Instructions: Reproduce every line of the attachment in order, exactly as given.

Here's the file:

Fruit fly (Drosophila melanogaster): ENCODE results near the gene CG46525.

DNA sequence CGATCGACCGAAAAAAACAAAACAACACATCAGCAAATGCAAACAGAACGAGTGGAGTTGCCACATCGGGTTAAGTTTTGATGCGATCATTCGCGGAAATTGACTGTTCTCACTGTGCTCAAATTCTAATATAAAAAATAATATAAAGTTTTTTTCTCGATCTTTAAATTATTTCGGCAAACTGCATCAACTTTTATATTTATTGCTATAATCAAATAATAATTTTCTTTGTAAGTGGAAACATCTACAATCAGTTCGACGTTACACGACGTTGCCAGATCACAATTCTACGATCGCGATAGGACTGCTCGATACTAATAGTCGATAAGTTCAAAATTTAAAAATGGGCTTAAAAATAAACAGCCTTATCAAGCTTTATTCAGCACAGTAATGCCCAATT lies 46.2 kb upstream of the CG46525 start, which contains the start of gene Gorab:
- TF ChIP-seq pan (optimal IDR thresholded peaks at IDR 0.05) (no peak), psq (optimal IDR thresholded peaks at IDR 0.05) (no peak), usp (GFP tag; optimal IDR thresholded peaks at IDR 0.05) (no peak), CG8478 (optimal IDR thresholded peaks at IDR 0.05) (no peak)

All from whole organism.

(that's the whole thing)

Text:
Fruit fly (Drosophila melanogaster): ENCODE results near the gene CG46525.

DNA sequence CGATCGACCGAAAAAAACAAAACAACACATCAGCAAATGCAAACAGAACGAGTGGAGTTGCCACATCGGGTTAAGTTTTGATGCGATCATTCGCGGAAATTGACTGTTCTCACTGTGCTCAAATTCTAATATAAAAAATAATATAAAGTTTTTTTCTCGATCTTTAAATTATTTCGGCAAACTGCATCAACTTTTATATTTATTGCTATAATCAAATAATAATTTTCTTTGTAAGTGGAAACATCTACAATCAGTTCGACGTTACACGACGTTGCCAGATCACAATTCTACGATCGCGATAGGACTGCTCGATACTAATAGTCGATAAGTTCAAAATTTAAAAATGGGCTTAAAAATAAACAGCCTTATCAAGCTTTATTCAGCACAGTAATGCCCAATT lies 46.2 kb upstream of the CG46525 start, which contains the start of gene Gorab:
- TF ChIP-seq pan (optimal IDR thresholded peaks at IDR 0.05) (no peak), psq (optimal IDR thresholded peaks at IDR 0.05) (no peak), usp (GFP tag; optimal IDR thresholded peaks at IDR 0.05) (no peak), CG8478 (optimal IDR thresholded peaks at IDR 0.05) (no peak)

All from whole organism.